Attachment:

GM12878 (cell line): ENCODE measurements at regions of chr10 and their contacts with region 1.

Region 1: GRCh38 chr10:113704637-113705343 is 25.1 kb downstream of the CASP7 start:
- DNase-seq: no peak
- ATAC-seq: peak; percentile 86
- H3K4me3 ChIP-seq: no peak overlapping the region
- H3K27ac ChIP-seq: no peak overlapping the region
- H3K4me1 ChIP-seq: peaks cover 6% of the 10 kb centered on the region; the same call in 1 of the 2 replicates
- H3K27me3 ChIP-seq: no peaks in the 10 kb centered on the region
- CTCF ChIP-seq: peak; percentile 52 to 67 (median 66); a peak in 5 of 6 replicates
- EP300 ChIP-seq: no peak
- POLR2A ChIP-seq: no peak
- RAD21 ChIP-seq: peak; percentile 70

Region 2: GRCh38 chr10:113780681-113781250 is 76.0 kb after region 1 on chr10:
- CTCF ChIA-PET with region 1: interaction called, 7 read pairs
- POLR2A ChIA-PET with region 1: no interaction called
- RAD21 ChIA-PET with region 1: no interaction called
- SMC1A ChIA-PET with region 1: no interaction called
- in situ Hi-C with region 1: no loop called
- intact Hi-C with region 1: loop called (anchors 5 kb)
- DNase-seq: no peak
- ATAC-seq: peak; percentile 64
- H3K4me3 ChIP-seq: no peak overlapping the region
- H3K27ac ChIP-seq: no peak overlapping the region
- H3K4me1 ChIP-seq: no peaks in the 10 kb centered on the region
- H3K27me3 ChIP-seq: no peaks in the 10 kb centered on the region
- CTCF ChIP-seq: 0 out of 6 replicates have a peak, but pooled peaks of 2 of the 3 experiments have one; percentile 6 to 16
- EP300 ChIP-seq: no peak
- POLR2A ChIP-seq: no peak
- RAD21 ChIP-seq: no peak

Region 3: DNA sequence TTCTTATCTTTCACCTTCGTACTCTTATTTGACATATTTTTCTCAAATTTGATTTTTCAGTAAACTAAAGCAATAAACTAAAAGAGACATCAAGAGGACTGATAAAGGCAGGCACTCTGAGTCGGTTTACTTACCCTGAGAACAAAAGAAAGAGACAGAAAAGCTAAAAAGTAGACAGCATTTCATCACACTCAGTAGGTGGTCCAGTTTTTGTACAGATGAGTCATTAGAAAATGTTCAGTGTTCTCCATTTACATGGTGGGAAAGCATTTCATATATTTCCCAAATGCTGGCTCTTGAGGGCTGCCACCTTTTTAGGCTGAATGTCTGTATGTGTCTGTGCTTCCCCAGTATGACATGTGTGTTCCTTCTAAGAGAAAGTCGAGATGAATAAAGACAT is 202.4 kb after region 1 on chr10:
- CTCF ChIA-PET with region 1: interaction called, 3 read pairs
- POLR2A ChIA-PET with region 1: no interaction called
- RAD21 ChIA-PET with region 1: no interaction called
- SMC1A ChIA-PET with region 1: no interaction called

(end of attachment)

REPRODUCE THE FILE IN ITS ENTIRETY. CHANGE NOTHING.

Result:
GM12878 (cell line): ENCODE measurements at regions of chr10 and their contacts with region 1.

Region 1: GRCh38 chr10:113704637-113705343 is 25.1 kb downstream of the CASP7 start:
- DNase-seq: no peak
- ATAC-seq: peak; percentile 86
- H3K4me3 ChIP-seq: no peak overlapping the region
- H3K27ac ChIP-seq: no peak overlapping the region
- H3K4me1 ChIP-seq: peaks cover 6% of the 10 kb centered on the region; the same call in 1 of the 2 replicates
- H3K27me3 ChIP-seq: no peaks in the 10 kb centered on the region
- CTCF ChIP-seq: peak; percentile 52 to 67 (median 66); a peak in 5 of 6 replicates
- EP300 ChIP-seq: no peak
- POLR2A ChIP-seq: no peak
- RAD21 ChIP-seq: peak; percentile 70

Region 2: GRCh38 chr10:113780681-113781250 is 76.0 kb after region 1 on chr10:
- CTCF ChIA-PET with region 1: interaction called, 7 read pairs
- POLR2A ChIA-PET with region 1: no interaction called
- RAD21 ChIA-PET with region 1: no interaction called
- SMC1A ChIA-PET with region 1: no interaction called
- in situ Hi-C with region 1: no loop called
- intact Hi-C with region 1: loop called (anchors 5 kb)
- DNase-seq: no peak
- ATAC-seq: peak; percentile 64
- H3K4me3 ChIP-seq: no peak overlapping the region
- H3K27ac ChIP-seq: no peak overlapping the region
- H3K4me1 ChIP-seq: no peaks in the 10 kb centered on the region
- H3K27me3 ChIP-seq: no peaks in the 10 kb centered on the region
- CTCF ChIP-seq: 0 out of 6 replicates have a peak, but pooled peaks of 2 of the 3 experiments have one; percentile 6 to 16
- EP300 ChIP-seq: no peak
- POLR2A ChIP-seq: no peak
- RAD21 ChIP-seq: no peak

Region 3: DNA sequence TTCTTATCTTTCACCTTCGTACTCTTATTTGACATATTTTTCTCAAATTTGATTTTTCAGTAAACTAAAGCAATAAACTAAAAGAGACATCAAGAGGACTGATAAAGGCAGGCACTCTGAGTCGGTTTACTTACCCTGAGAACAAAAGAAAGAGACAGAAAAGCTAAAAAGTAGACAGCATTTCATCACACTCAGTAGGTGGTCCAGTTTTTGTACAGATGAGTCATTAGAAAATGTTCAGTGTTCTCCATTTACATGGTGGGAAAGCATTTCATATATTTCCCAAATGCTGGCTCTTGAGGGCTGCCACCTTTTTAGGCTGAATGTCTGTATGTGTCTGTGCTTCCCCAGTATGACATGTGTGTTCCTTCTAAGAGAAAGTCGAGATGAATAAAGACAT is 202.4 kb after region 1 on chr10:
- CTCF ChIA-PET with region 1: interaction called, 3 read pairs
- POLR2A ChIA-PET with region 1: no interaction called
- RAD21 ChIA-PET with region 1: no interaction called
- SMC1A ChIA-PET with region 1: no interaction called